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Foreign Policy of Russia in the 2nd half of XIX Century.

At the time of Nikolay I reign, the foreign policy kept its former reference points: the maintenance of the stable order in Europe and the expansion in the East. Unlike Alexander I, the new emperor did not try to keep the Sacred union, preferring to solve the problem by bilateral agreements.

In March 1826 in St. Petersburg the Russian-English report on cooperation in the reconciliation of Turkey with the revolutionist-Greeks was signed. In case of refusal by Turkey of their intermediary, Russia and England might put Turkey under their joint pressure. By the plan of the English diplomacy, this agreement was supposed to prevent independent actions of Russia in the East.

The Russian government sent to Turkey a note with the requirement to carry out obligations under former contracts: on the Russian-Turkish borders, and also concerning the internal rights of Serbia, Moldova and Walachia. The note was supported by England and Austria, they were afraid to give Nikolay I a pretext for the beginning of the war. The 25th of September (the 7th of October) 1826 was signed the Russian-Turkish convention, confirming the former obligations of Turkey. In July 1826 when in Akkerman negotiations were still going on, the Shah of Iran, supported by English diplomats, found the moment suitable for returning the territories lost in 1813, through the Gulistan's peace treaty. The Iranian army grasped the southern part of Transcaucasia and besieged the fortress Shusha. But in September Russian forces superseded the Iranian army from there.

In April 1827 the Caucasian forces under I.F.Paskevich's command crossed the Iran's border, in June occupied Nakhichevan, in October - Erivan and Tabriz, creating a direct menace to Teheran. In February 1828, in Turkmanch was signed a peace treaty on which to Russia were sent Erivan's and Nakhichevan khanates. The contract, favourable to Russia, was A.S.Griboedov's diplomatic success; he soon became the Russian envoy in Teheran.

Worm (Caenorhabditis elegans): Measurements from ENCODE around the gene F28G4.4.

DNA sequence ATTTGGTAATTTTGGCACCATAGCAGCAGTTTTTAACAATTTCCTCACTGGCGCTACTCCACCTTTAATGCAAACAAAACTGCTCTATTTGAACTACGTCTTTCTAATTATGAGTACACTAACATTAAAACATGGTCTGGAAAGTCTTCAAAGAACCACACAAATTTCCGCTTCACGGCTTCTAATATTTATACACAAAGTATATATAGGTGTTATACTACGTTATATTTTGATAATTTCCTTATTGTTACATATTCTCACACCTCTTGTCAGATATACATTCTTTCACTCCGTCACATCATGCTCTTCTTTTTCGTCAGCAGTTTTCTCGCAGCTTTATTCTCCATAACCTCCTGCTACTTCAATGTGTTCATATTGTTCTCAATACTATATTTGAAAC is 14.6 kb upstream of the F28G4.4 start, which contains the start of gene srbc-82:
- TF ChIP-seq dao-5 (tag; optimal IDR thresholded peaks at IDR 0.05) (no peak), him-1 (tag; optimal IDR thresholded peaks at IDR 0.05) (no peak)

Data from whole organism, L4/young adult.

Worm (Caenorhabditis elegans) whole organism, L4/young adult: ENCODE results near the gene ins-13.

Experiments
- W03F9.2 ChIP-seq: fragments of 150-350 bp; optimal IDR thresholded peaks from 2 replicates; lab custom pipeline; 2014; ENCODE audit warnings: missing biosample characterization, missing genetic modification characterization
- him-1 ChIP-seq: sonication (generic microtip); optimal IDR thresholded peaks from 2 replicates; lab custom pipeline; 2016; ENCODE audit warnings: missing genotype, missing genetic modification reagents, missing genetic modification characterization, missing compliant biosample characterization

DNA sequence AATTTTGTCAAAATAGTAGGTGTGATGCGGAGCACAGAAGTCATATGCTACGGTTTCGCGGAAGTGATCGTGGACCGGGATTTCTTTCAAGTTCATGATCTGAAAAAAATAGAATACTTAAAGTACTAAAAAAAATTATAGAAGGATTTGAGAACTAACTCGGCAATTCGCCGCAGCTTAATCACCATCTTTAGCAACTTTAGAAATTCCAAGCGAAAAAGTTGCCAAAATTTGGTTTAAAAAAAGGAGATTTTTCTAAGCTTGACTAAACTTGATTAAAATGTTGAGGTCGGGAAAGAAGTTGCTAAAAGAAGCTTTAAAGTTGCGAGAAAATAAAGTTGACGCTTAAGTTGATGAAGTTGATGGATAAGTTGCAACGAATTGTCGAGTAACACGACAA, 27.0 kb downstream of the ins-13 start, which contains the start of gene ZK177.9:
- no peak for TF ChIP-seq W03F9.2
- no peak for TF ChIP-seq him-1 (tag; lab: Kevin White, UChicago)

To strengthen its positions on the Balkan Russia was regularly supporting and protecting the Greek population living under the menace of physical destruction. In December 1826, Greeks asked Russian government for military help. The 24th of June 1827 in London was signed a convention between Russia, England and France, about intermediary between Turkey and Greece.

Having concluded a peace treaty with Iran, Nikolay I in April 1828 declared war to Turkey. The 2nd of September 1829 in Adrianople was signed a Russian-Turkish peace treaty on which to Russia were sent islands of the estuary of Danube, the eastern coast of the Black sea, the fortresses of Akhaltsikh and Akhalkalaky. The openness of the Black Sea passages for Russian trading ships was confirmed. Turkey undertook to provide the autonomy of the Danube princedoms, Serbia and Greece.